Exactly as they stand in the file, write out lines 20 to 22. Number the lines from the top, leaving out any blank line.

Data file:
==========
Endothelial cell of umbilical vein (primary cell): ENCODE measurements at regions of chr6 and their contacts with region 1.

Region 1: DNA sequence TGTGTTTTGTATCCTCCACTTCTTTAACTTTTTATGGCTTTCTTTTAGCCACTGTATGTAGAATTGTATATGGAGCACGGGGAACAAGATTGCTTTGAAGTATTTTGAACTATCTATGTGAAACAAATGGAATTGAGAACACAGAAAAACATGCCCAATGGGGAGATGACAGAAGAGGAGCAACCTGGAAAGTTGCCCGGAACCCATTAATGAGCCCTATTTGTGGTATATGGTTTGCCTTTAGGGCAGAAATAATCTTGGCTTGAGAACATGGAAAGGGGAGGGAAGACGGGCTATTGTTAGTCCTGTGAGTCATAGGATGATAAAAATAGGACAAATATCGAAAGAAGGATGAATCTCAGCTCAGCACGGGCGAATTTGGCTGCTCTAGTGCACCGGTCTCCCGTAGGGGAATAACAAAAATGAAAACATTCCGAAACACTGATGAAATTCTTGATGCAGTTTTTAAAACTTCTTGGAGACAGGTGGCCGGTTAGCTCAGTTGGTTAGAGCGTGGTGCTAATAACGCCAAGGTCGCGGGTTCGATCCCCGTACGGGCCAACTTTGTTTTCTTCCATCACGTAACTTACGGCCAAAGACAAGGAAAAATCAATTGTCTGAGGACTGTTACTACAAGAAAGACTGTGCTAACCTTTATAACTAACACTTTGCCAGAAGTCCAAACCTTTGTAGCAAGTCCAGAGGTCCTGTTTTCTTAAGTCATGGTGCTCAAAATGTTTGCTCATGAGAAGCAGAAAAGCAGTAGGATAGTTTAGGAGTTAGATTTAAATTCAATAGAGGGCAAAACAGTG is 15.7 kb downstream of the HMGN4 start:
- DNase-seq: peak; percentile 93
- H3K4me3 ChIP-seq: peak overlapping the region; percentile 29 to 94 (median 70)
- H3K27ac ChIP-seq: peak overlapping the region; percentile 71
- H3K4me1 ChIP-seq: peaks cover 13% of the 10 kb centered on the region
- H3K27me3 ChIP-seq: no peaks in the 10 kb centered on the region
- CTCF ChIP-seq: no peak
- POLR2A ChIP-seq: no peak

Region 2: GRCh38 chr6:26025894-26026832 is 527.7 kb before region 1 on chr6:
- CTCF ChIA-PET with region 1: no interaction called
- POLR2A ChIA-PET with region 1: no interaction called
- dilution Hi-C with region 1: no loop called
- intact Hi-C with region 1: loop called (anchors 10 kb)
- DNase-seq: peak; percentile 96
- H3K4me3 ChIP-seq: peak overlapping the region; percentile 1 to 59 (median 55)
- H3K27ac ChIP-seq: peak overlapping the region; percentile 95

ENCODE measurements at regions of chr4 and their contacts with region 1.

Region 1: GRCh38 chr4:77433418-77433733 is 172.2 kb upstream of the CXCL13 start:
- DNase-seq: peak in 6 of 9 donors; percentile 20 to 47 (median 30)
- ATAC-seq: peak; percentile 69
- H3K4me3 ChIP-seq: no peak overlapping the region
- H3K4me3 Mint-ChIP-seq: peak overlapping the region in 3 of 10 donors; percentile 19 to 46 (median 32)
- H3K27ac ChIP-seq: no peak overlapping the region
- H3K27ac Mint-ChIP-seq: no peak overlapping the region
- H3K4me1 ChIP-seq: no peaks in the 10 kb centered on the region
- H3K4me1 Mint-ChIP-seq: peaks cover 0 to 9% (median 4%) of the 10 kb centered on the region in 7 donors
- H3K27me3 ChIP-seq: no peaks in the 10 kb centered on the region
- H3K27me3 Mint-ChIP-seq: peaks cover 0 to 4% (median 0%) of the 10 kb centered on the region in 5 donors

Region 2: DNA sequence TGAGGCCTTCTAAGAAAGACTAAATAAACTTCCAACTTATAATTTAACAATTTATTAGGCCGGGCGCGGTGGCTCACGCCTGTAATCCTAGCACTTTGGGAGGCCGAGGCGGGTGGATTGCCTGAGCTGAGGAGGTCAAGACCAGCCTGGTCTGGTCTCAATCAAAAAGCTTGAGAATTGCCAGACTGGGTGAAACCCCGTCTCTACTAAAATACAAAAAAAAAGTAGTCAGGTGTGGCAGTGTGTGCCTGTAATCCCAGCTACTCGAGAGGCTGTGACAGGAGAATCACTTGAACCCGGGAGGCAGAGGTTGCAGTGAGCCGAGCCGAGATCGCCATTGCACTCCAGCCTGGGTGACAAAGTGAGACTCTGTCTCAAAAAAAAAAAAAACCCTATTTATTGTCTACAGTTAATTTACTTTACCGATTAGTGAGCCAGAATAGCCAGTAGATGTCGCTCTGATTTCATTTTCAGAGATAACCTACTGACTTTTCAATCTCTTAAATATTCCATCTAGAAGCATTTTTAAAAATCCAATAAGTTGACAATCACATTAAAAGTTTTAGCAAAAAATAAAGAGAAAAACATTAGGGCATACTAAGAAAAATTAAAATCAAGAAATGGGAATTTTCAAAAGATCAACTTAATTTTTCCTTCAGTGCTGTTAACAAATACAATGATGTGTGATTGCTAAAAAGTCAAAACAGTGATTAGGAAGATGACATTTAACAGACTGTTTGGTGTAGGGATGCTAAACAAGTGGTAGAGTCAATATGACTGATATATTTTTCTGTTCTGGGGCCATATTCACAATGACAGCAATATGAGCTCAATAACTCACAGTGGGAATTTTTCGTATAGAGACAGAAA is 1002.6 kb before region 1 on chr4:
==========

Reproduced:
- DNase-seq: peak in 6 of 9 donors; percentile 20 to 47 (median 30)
- ATAC-seq: peak; percentile 69
- H3K4me3 ChIP-seq: no peak overlapping the region